Not so simple schemas

Over on Twitter, there’s been a few remarks from the UK about linked data and the desire to have, apparently, one schema or set of tags to rule them all. Nick Poole of the Collections Trust kicked off the discussion with his post about making museum information accessible online, in which he suggested that museums enter data into a template, which could then be marked up for online content (http://www.collectionslink.org.uk/blog/2198-a-simple-way-to-promote-your-museum-online). He suggested schema.org as a possible solution.  In response, Richard Light, a freelance information designer, provided a critique and suggested that the problem is more about ensuring that data is structured appropriately in the first place (http://light.demon.co.uk/wordpress/?p=859), both for the institution and for the collection level data.

As my poor students will tell you, I’m quite keen on structuring the data appropriately.  The International Council of Archives has already provided the International Standard for Describing Institution with Archival Holdings (ISDIAH), which could easily be expanded to other types of collecting institutions, and organisations with collections. It would provide, as Nick Poole suggested, not just the name, address and contact details of the institution, but it also includes many of the other elements that Nick identified. Much of the data can then be exported in Dublin Core, or EAD format, both of which are well accepted, and for which crosswalks to RDFa and JSON already exist.  Rather than creating new terms and vocabularies, maybe we should start by simply sharing and comparing standards of description and structuring our data in similar ways?

 

 

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‘Hackers have power…”

It seems an odd conjunction of terms, doesn’t it? A hack used to be someone who would write anything on any topic, provided they were paid. The content and the writing were often sub-optimal. More recently, hackers broke into secure databases, placed viruses and other nasties in code, and generally made themselves unpopular – and were definitely sub-optimal.  But as with other terms, the word hacker has had a bit of a facelift recently.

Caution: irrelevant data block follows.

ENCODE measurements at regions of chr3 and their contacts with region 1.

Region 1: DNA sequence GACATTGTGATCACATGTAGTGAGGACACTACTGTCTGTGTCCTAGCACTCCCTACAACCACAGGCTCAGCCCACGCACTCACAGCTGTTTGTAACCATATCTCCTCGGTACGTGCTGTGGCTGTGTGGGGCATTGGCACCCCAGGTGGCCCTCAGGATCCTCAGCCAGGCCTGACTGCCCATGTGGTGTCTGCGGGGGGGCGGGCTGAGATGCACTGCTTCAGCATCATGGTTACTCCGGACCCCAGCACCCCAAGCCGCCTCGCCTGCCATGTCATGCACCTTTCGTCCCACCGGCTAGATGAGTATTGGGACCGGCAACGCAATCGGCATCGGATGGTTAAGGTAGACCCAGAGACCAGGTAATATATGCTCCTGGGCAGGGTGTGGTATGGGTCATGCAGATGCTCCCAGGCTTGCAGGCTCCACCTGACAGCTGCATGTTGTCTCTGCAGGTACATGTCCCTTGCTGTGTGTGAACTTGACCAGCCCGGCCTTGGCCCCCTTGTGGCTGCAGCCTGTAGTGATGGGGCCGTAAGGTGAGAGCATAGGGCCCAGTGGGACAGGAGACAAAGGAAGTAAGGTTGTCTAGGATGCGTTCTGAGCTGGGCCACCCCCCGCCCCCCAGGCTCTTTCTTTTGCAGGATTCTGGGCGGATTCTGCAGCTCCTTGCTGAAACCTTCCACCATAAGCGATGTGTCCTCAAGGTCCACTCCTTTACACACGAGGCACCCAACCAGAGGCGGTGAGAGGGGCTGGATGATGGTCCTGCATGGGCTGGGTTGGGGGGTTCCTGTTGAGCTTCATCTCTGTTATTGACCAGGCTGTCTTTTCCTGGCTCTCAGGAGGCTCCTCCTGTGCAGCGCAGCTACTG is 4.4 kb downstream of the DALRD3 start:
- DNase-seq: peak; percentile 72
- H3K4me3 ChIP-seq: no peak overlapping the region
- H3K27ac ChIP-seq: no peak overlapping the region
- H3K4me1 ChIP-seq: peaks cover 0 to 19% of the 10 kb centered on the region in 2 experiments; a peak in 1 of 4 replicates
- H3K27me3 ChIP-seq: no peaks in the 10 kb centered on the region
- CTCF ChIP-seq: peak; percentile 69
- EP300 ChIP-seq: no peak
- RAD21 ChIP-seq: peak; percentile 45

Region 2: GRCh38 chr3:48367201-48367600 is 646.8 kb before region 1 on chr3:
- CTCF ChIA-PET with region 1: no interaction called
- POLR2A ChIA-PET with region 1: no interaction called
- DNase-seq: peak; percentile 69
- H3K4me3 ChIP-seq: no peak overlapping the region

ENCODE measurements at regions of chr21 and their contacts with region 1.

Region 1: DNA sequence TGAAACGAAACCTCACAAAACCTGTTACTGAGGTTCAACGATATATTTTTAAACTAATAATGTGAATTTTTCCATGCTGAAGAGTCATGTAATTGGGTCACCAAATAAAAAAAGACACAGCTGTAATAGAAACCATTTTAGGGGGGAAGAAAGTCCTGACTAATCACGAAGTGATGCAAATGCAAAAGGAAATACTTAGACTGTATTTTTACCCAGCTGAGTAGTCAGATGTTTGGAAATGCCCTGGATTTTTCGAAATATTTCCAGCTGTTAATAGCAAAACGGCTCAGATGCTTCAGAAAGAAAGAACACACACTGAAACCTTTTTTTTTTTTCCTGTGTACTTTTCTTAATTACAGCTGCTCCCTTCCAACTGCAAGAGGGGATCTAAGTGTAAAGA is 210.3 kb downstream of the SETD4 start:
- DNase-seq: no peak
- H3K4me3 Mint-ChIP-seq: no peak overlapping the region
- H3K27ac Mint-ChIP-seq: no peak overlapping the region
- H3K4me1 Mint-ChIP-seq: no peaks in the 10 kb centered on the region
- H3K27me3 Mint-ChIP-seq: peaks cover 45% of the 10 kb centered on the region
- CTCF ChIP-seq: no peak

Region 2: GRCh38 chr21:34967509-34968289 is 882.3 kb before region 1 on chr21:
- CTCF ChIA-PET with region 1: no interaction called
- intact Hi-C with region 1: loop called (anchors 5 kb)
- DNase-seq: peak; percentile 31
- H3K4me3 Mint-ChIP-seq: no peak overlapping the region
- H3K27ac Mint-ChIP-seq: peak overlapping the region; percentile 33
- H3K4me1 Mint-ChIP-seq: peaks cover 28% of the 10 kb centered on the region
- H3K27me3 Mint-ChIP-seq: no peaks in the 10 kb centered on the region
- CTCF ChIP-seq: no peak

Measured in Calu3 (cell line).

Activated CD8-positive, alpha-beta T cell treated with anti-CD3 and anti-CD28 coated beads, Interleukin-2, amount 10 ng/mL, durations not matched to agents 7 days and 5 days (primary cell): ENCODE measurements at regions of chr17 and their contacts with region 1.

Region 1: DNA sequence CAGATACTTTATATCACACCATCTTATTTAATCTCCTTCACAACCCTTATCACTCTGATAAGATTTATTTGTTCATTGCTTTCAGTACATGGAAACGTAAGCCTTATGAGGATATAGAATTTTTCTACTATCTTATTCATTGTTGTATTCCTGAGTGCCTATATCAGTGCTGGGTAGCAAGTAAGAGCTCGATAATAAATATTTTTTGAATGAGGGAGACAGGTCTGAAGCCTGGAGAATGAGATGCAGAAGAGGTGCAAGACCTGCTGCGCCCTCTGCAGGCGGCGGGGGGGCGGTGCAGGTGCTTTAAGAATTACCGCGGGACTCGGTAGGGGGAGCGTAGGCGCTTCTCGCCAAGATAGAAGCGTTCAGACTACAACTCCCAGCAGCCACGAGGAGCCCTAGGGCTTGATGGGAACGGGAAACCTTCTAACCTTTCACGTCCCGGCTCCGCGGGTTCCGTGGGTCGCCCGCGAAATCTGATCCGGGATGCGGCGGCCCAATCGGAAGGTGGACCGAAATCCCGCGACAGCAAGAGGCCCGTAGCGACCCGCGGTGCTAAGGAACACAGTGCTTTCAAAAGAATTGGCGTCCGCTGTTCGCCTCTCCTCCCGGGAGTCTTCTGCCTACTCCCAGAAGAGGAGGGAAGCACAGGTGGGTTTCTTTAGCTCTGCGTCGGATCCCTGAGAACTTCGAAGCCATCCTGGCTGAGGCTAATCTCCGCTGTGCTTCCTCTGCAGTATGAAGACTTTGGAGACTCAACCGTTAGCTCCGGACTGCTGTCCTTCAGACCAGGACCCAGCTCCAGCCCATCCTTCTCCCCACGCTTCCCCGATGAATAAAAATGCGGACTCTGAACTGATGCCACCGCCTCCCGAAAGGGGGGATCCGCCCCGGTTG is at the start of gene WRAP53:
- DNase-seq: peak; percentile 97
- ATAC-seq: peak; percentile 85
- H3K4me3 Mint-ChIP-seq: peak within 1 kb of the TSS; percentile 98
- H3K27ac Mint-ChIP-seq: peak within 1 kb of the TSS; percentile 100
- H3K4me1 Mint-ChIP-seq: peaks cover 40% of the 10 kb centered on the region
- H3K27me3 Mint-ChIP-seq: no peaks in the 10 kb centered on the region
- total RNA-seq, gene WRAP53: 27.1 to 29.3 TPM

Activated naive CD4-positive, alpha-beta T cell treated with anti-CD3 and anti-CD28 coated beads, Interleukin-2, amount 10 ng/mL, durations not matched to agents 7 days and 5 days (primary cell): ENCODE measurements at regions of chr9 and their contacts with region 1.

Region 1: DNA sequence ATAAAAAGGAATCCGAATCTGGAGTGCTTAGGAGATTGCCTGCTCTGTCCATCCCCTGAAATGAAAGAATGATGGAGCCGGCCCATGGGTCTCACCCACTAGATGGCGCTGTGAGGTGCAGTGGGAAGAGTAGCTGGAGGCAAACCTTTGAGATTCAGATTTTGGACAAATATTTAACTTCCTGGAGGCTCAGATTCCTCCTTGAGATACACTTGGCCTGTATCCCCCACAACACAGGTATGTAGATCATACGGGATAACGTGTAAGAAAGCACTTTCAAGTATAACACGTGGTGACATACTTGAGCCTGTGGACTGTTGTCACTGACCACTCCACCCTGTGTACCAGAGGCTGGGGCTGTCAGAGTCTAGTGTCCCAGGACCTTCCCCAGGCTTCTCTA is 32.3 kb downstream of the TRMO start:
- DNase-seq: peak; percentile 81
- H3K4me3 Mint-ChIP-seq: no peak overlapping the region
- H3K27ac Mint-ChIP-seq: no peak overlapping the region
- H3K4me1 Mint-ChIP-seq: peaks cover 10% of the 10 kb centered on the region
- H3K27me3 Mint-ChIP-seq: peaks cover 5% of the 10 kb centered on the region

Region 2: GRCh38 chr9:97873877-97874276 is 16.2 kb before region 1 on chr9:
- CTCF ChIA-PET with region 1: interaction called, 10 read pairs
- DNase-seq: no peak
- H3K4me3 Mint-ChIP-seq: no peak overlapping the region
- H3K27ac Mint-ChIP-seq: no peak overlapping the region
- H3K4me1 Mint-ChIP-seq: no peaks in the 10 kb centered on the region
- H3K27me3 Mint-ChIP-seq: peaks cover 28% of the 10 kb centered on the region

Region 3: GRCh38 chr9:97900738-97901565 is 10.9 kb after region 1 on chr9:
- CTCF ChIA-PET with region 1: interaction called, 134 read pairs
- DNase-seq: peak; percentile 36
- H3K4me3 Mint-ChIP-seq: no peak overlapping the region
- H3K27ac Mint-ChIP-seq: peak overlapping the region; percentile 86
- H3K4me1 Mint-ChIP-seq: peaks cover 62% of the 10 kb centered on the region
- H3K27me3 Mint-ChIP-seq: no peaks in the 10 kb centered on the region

According to Kira Baker-Doyle:

a hacker is a person that

takes ideas, things, and practices and re-makes them or re-names them in order to produce something new or different. People who hack are the people who can re-shape oppressive structures in our society.

(http://kbakerdoyle.wordpress.com/2014/04/15/21st-century-knowing-cultivating-and-curating-networks-of-knowledge/).

This definition can be seen at work in the great data.gov.uk, based at the  National Archives, UK, and in their 2012 ‘Hack on the records’ project (one example is the UK War Cabinet site). It is also the concept behind #GovHack (http://www.govhack.org/), which takes place across Australia on the weekend of 11-13 July.

GovHack is inviting hackers to make socially useful applications and programs using government data. The National Library and National Archives are involved, and I’m hoping to be able to promote some of the great collections held by State and local government archives when I attend as a data mentor at GovHackPerth.  If you are involved with open government data, or have an idea for a great application, then I urge you to contact the organisers to see how you can contribute.